An annual IT security report outlines how education fared against attacks in 2015
Smartphones, social media, and the Internet of Things are all rapidly growing in higher education–and they all pose security risks, according to a massive new report.
In 2015, more than 430 million new unique pieces of malware were discovered by Symantec–up 36 percent from 2014, according to Symantec’s Internet Security Threat Report, which features data pulled from the company’s network. Last year, 429 million total identities were exposed–a 23 percent increase from 2014. An average of 1.3 million identities were exposed with each breach.
The report offers six key findings and trends before delving into vulnerabilities and attacks in detail:
1. A new zero-day vultnerability was discovered on average each week in 2015
2. Over half a billion personal records were stolen or lost in 2015
3. Major security vulnerabilities in three-quarters of popular websites put everyone at risk
4. Spear-phishing campaigns targeting employees increased 55 percent in 2015
5. Ransomware increased 35 percent in 2015
6. Symantec blocked 100 million fake technical support scams in 2015
Educational services ranked third, after healthcare and business services, in top 10 sub-sectors breached, by number of incidents in 2015. Educational services accounted for 5 million of the identities exposed in the services sector in 2015. They also ranked fifth for number of incidents caused by hacking and insider threat.
Next page: Higher education’s IT security concerns
Educational websites were the sixth most frequently exploited type of website, with 6.4 percent of the total number of infected websites in 2015.
A move to stronger authentication, accelerating to always-on encryption, and changing browsers’ security indicators to better indicate to visitors how safe a site is could help, the report notes.
In particular, “organizations need to be more proactive around SSL/TLS implementation,” the authors write. “Rather than thinking solely about protection, website managers need to think about protection, detection, and response.”
New mobile vulnerabilities saw a 214 percent increase, to 528, up from 168 in 2014.
“Smartphones are an increasingly attractive target for online criminals,” according to the report. “As a result, they are investing in more sophisticated attacks that are effective at stealing valuable personal data.”
Android devices seem to be the main target, though Apple devices are also subject to attacks.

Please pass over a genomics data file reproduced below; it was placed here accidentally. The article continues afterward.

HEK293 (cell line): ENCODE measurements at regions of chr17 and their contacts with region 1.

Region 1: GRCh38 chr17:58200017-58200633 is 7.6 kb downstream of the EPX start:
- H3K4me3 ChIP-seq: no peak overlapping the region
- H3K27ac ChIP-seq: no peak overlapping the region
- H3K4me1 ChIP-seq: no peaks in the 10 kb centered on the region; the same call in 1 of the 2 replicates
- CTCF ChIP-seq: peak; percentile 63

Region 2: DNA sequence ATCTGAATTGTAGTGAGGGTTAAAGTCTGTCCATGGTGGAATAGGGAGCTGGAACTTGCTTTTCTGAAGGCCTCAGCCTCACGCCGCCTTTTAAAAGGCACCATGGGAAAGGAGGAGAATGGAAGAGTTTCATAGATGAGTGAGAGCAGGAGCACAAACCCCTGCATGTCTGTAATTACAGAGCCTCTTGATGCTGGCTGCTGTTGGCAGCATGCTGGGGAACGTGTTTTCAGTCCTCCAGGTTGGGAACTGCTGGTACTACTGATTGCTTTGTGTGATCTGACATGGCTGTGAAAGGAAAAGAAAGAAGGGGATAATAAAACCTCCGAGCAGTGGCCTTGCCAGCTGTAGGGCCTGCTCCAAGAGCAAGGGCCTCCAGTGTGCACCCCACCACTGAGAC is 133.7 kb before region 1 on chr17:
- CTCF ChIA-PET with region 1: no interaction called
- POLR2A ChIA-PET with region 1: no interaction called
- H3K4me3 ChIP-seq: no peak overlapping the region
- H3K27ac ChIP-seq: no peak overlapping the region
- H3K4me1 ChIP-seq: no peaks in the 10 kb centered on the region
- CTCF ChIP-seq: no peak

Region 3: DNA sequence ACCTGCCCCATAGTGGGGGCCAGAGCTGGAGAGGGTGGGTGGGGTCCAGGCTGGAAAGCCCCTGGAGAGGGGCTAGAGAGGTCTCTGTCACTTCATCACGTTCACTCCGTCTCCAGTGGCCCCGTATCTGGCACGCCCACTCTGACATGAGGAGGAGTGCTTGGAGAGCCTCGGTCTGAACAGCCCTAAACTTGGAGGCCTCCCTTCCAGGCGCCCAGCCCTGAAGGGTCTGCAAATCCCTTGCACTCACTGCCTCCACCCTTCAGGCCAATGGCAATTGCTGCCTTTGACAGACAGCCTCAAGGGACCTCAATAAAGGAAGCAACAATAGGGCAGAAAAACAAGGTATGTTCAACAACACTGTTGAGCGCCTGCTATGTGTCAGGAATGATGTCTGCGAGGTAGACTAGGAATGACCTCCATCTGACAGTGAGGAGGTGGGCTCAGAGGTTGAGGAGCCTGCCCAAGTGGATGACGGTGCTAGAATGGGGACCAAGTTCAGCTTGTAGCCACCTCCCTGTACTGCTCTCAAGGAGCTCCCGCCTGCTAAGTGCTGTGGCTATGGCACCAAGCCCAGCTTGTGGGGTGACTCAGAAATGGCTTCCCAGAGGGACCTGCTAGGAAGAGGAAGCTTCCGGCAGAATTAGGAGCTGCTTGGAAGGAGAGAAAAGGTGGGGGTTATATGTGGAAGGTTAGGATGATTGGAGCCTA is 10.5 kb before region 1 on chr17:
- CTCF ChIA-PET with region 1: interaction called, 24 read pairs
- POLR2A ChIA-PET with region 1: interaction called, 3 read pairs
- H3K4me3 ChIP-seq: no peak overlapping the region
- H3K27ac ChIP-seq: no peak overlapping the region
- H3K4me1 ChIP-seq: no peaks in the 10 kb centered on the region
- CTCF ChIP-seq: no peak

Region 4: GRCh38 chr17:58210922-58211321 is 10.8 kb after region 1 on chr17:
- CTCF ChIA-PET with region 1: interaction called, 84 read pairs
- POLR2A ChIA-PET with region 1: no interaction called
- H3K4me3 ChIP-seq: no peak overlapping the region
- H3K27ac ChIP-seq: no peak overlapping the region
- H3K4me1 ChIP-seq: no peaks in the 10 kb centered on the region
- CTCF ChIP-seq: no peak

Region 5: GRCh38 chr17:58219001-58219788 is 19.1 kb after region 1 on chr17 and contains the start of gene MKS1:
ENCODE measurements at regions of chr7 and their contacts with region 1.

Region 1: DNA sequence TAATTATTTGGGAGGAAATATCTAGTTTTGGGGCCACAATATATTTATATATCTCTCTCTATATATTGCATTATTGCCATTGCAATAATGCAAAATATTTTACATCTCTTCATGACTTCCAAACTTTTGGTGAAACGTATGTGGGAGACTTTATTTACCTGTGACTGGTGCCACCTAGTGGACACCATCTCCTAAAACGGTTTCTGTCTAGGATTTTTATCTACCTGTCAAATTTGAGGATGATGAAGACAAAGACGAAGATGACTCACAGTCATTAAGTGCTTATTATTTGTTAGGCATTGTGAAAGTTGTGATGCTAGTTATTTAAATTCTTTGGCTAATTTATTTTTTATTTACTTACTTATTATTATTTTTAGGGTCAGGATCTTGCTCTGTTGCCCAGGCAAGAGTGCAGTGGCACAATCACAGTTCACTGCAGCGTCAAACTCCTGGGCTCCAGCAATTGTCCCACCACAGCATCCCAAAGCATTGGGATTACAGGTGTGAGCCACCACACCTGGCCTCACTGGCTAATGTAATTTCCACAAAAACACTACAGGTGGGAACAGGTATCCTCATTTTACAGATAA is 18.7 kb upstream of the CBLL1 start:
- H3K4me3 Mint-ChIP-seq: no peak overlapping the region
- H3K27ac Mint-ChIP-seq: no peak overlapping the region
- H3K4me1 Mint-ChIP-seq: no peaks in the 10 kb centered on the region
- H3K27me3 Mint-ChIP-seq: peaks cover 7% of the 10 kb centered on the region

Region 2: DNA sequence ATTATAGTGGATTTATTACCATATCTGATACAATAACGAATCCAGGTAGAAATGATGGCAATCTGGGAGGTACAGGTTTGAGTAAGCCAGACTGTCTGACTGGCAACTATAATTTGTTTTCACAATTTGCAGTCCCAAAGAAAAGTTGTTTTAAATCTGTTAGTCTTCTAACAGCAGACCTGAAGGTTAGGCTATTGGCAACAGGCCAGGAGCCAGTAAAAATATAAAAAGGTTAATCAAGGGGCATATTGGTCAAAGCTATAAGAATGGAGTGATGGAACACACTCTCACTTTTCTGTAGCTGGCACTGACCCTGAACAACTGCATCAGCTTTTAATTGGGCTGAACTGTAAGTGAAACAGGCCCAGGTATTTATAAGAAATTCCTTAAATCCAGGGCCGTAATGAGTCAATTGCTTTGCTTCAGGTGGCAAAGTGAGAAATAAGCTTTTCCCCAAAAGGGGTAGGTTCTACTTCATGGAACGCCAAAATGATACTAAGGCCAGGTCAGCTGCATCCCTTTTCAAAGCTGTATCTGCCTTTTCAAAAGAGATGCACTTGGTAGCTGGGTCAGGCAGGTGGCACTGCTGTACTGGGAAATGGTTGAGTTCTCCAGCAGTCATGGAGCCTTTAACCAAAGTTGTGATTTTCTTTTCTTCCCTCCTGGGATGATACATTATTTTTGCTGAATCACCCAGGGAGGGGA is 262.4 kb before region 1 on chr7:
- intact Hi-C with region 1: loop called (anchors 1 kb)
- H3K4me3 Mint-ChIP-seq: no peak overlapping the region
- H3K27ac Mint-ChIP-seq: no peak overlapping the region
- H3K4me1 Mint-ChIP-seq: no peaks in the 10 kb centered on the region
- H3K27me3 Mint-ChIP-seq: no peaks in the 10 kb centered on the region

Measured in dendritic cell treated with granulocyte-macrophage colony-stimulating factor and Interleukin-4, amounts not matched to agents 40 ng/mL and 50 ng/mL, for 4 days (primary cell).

Smartphones and tablets–which are in the backpacks or pockets of university students across the globe–have high-bandwidth connectivity and powerful processors, and they also contain valuable personal information, the report notes, such as Apple Pay, Samsung Pay and Android Pay.
App stores also present an opportunity for “cross-over” threats. The report offers an example: “…With Google Play, customers can browse the Play Store from their computer using a normal web browser, installing apps directly onto their phone. Recent examples of some Windows malware have exploited this by stealing browser cookies for Google Play sessions from the infected desktop computer and using these stolen cookies (essentially the users’ credentials), impersonating the user to remotely install apps onto the victims’ phones
and tablets without their knowledge or consent.”
The report’s authors recommend that people treat their mobile devices like small, powerful computers and protect them accordingly, including:
- Access control, including biometrics where possible
- Data loss prevention, such as an on-device encryption
- Automated device backup
- Remote find and wipe tools in the event of a lost device
- Regular updating
- Refrain from downloading apps from unfamiliar sites
- Don’t jailbreak devices
- Pay attention to permissions requested by an app
- Update apps as often as possible
- Change IDs and passwords if a compromise is suspected
The Internet of Things
The number of “things” connected to the internet grows quickly, and in the U.S., there are 25 online devices per 100 inhabitants. Gartner forecasts 6.4 billion connected things will be in use worldwide in 2016, reaching 20.8 billion by 2020.
But the authors note that in the last year, Symantec observed “an increase in proof-of-concept attacks and growing numbers of IoT attacks in the wild. In numerous cases, the vulnerabilities were obvious and all too easy to exploit. IoT devices often lack stringent security measures…”
Cars, smart home devices, medical devices, smart TVs, and embedded devices are all cause for concern.